Tim
Quote:
Originally Posted by Mr.TimÂ

you have to work with what you've got.
For real.
Quote:
Originally Posted by HopefulFredÂ

My only job around here is to pester you all - in your own build threads. J_P_A? Mr. Tim? TMcG? And where has RTROSE been lately? Maybe I'll go bother him.

Sorry brotha! I can't help you for now as I am on nursery detail once I get back from work travel. Besides, I've been officially Loganed so there is pretty much no point in living anymore....
Quote:
Originally Posted by TMcGÂ

Sorry brotha! I can't help you for now as I am on nursery detail once I get back from work travel. Besides, I've been officially Loganed so there is pretty much no point in living anymore....

Oh, you can go on living, just no progress will occur. Living yes, progress no.

Regards,

RTROSE
A vacation from building?!?! That's brilliant! No more hassling over lack of progress! From now on, my last post in my thread is the official start of my next building vacation
Vacation is over! My dad and my father-in-law came over today and we put in about 6 or 7 good hours in the basement learning how to use the speedloader and figuring out the layout we wanted. The results are 14 sheets (more or less) of drywall hung - the ceiling and the left wall are completely done.

A couple notes. We decided, at my dad's urging, to use the 2" screws I had planned for the second layer for the first layer instead. I think I'll return the 1 5/8" screws and get some 2 1/4" for the second layer.
We went through about 2.5 gallons of GG. Does that add up right? The ceiling is approximately 12 by 23, or around 275 sqft. The wall is 9 by 22, or close to 200 sqft. So that's 475 sqft hung today or around (guessing) 190 sqft per gallon.

My dad an I also discussed the soffit size and the vent routing. I want to get some opinions, so I'll be putting a post together about that later.

Were all of you also productive this weekend?!
Edited by HopefulFred - 3/17/13 at 4:42pm
Looks good Fred! How are you going to do the last layer? Stand-ups or horizontal?

Tim
Looks great! Way more progress than I made!

EDIT: looks like you might be going a little thin on the GG. At 1 load per 32 s.f., I think 2.5 gallons should cover 365 s.f. According to the soundproofing company website.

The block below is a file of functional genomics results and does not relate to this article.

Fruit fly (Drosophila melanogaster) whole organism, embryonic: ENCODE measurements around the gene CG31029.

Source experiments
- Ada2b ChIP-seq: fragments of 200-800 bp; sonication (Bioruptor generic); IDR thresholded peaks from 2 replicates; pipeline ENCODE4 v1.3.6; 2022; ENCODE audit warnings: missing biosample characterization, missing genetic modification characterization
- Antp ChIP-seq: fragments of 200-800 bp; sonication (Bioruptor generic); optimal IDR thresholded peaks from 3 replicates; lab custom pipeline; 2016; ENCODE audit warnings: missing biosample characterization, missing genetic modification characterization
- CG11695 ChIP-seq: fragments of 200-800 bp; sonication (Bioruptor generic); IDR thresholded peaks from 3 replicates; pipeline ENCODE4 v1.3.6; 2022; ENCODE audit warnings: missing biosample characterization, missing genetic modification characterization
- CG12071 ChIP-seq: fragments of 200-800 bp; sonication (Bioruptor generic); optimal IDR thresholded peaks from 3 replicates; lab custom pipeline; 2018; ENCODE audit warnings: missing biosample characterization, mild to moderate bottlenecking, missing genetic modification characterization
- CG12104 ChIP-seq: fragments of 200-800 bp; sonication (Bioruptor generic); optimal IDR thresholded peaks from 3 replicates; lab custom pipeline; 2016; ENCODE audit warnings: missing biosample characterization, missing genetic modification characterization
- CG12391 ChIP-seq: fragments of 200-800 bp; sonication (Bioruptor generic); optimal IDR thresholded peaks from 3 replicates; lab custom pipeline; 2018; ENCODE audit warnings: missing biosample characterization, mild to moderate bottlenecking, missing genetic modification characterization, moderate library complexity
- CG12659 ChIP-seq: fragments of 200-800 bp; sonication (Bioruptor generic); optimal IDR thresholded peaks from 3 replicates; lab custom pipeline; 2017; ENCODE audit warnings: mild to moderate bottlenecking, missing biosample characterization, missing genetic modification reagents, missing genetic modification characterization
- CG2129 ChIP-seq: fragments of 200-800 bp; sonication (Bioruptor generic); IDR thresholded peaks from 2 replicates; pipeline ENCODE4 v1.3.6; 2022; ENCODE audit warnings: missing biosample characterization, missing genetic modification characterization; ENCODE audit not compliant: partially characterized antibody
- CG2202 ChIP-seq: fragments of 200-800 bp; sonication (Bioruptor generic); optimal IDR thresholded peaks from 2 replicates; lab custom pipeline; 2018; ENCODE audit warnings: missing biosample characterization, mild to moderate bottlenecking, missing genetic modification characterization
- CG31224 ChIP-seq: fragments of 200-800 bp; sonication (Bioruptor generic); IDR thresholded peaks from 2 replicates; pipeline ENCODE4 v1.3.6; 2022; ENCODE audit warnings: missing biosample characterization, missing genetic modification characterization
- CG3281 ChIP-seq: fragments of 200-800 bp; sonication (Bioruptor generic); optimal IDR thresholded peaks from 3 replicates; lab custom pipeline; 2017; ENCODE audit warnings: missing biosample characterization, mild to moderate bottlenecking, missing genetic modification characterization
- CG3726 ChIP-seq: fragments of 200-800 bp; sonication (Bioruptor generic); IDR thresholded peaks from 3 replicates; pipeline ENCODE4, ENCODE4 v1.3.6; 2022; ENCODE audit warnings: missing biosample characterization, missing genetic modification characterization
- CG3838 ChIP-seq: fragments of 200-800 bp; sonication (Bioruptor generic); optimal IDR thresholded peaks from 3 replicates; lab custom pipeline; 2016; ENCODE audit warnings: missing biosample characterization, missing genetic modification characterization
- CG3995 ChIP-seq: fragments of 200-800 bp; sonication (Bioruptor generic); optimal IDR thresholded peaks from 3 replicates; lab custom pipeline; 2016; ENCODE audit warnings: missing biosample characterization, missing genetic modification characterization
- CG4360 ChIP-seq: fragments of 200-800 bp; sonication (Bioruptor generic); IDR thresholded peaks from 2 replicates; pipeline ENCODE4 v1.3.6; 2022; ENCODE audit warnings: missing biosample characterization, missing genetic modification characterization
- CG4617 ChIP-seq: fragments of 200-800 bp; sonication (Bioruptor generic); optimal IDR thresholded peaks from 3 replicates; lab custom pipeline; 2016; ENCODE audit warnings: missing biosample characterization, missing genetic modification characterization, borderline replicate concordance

Edited by J_P_A - 3/17/13 at 4:37pm
Thanks guys - I'm pretty happy with the way it's fitting together. There are some gaps in the joints in the ceiling, but none bigger than 1/4". The second layers will go in differently so as to overlap. On the walls, I'll just start at the other end of the room with verticals, like I did today, but offset by one stud.

I see the math you did, J_P_A, and it makes sense. 1 28oz tube covers 32 sqft as 1 load. That's 7/8 oz per sqft. If I hung 475 sqft of drywall, I should have used 475 x .875 = 415 oz. 415oz/128ozpergallon=3.25 gallons. Well here's some good news - I actually used more than the 2.5 gallons I thought I used.

After going back to look again I can say two things: first, we used three gallons or so - maybe a little more - so we're doing pretty good with the application rate, I think. Second - I didn't explain to my fathers the importance of not wiping the nozzle of the speedloader all around the rim of the bucket.
My dad was concerned about hanging all the weight from the ceiling, because he's a worrier. He wanted me to go ahead and frame in the soffit, or at least set a ledger board and anchor it carefully to the joists before I get all the drywall in the middle and have trouble finding firm places to screw into. I see his concern, but I didn't let it change my plans. In any case, it got us talking about how big the soffit will need to be. This is where I'd like some feedback.

The purpose of the right side soffit is four-fold. First, it must encase the plumbing as well as possible to stop water draining sounds. Second, it must encase the HVAC duct that will bring cold air to the front right of the theater (a similar duct will also run to the front left). Third, it will provide a raceway for both wiring for the lights (not the lights themselves) and the speakers and other LV signals. Fourth. it will integrate with other design features that have not yet been decided - moldings, speakers, columns, etc. Keeping all those uses in mind, I'd like to make them as small as possible.